Assuntos
Parada Cardíaca Extra-Hospitalar/epidemiologia , Adulto , Idoso , Estudos Transversais , Coleta de Dados , Serviços Médicos de Emergência/estatística & dados numéricos , Feminino , Humanos , Incidência , Irlanda/epidemiologia , Masculino , Pessoa de Meia-Idade , Estudos Retrospectivos , Taxa de Sobrevida , Suécia/epidemiologia
12.
Resuscitation ; 127: 58-62, 2018 Jun.
Artigo em Inglês | MEDLINE | ID: mdl-29550496

RESUMO

BACKGROUND: The highest achievable survival rate following out-of-hospital cardiac arrest is unknown. Data from airports serving international destinations (international airports) provide the opportunity to evaluate the success of pre-hospital resuscitation in a relatively controlled but real-life environment. METHODS: This retrospective cohort study included all cases of out-of-hospital cardiac arrest at international airports with resuscitation attempted between January 1st, 2013 and December 31st, 2015. Crude incidence, patient, event characteristics and survival to hospital discharge/survival to 30 days (survival) were calculated. Mixed effect logistic regression analyses were performed to identify predictors of survival. Variability in survival between airports/countries was quantified using the median odds ratio. RESULTS: There were 800 cases identified, with an average of 40 per airport. Incidence was 0.024/100,000 passengers per year. Percentage survival for all patients was 32%, and 58% for patients with an initial shockable heart rhythm. In adjusted analyses, initial shockable heart rhythm was the strongest predictor of survival (odds ratio, 36.7; 95% confidence interval [CI], 15.5-87.0). In the bystander-witnessed subgroup, delivery of a defibrillation shock by a bystander was a strong predictor of survival (odds ratio 4.8; 95% CI, 3.0-7.8). Grouping of cases was significant at country level and survival varied between countries. CONCLUSIONS: In international airports, 32% of patients survived an out-of-hospital cardiac arrest, substantially more than in the general population. Our analysis suggested similarity between airports within countries, but differences between countries. Systematic data collection and reporting are essential to ensure international airports continually maximise activities to increase survival.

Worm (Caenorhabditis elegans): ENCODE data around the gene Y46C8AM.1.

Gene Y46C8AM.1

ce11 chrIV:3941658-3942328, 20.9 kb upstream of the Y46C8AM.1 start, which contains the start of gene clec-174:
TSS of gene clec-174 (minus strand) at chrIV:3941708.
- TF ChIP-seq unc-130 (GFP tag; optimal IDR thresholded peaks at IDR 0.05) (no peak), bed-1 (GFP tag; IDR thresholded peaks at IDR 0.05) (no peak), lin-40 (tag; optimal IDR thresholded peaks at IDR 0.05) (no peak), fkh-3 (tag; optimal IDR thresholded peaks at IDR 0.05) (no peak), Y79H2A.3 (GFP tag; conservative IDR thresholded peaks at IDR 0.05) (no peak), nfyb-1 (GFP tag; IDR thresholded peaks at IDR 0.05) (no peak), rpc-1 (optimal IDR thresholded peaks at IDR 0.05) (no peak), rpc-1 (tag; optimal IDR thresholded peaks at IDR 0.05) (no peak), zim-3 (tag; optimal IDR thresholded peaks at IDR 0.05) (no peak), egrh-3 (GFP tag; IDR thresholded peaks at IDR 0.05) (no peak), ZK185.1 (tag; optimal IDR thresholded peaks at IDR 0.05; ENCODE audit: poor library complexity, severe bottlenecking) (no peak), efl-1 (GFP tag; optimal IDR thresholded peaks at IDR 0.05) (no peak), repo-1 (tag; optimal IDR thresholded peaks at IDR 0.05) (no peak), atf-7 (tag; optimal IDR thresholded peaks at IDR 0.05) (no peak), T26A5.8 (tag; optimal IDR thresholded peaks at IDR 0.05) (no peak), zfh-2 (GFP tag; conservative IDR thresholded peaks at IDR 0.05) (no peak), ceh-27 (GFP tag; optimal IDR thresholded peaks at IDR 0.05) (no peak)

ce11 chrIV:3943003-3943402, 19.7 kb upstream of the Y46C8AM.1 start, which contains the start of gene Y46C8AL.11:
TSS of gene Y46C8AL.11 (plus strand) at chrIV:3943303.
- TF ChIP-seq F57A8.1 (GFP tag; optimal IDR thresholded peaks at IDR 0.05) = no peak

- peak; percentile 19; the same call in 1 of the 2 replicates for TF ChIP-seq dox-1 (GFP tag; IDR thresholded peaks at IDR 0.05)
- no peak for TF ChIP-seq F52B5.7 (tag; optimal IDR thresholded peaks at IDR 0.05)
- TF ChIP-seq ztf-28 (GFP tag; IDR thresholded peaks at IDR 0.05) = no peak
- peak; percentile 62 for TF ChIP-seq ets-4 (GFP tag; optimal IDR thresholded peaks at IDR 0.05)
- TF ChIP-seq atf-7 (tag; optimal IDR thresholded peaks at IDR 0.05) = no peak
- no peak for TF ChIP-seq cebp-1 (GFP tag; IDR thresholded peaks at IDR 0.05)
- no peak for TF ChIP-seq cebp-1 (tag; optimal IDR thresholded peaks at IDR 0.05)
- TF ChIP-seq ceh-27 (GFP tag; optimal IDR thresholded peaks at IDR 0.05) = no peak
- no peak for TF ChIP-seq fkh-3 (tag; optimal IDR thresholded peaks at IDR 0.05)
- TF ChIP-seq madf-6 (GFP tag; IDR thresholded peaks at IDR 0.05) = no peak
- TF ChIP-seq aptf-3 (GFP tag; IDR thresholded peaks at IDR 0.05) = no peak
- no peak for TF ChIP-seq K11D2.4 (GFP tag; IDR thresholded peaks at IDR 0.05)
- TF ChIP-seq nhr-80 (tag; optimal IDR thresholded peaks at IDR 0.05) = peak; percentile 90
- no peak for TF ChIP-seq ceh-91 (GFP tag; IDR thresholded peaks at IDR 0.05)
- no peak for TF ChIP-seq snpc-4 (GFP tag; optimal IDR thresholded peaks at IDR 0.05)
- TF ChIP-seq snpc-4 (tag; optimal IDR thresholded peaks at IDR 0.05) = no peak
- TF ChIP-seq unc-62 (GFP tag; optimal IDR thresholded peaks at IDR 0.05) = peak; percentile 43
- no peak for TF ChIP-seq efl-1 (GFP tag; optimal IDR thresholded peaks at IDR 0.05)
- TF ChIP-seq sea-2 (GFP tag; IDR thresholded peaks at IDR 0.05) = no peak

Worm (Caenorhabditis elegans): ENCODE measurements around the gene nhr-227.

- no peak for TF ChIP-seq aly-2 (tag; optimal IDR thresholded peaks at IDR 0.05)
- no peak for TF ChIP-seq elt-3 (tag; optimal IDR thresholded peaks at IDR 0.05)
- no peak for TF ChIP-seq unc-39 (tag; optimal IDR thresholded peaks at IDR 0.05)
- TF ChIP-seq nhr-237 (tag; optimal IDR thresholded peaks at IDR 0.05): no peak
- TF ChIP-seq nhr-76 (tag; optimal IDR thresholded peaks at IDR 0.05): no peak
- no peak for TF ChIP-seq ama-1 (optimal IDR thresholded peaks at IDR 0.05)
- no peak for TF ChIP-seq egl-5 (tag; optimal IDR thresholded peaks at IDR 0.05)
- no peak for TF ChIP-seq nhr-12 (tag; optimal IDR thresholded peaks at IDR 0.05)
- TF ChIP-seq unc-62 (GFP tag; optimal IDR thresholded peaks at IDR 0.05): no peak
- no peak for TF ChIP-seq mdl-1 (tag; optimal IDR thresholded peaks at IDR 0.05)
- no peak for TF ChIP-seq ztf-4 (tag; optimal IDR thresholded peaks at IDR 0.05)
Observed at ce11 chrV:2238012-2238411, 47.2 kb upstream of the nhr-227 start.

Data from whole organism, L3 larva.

Assuntos
Aeroportos/estatística & dados numéricos , Reanimação Cardiopulmonar/estatística & dados numéricos , Desfibriladores/provisão & distribução , Cardioversão Elétrica/estatística & dados numéricos , Parada Cardíaca Extra-Hospitalar/mortalidade , Idoso , Reanimação Cardiopulmonar/métodos , Feminino , Humanos , Incidência , Modelos Lineares , Masculino , Pessoa de Meia-Idade , Parada Cardíaca Extra-Hospitalar/terapia , Estudos Retrospectivos
13.
Int J Health Geogr ; 17(1): 6, 2018 02 20.
Artigo em Inglês | MEDLINE | ID: mdl-29458377

RESUMO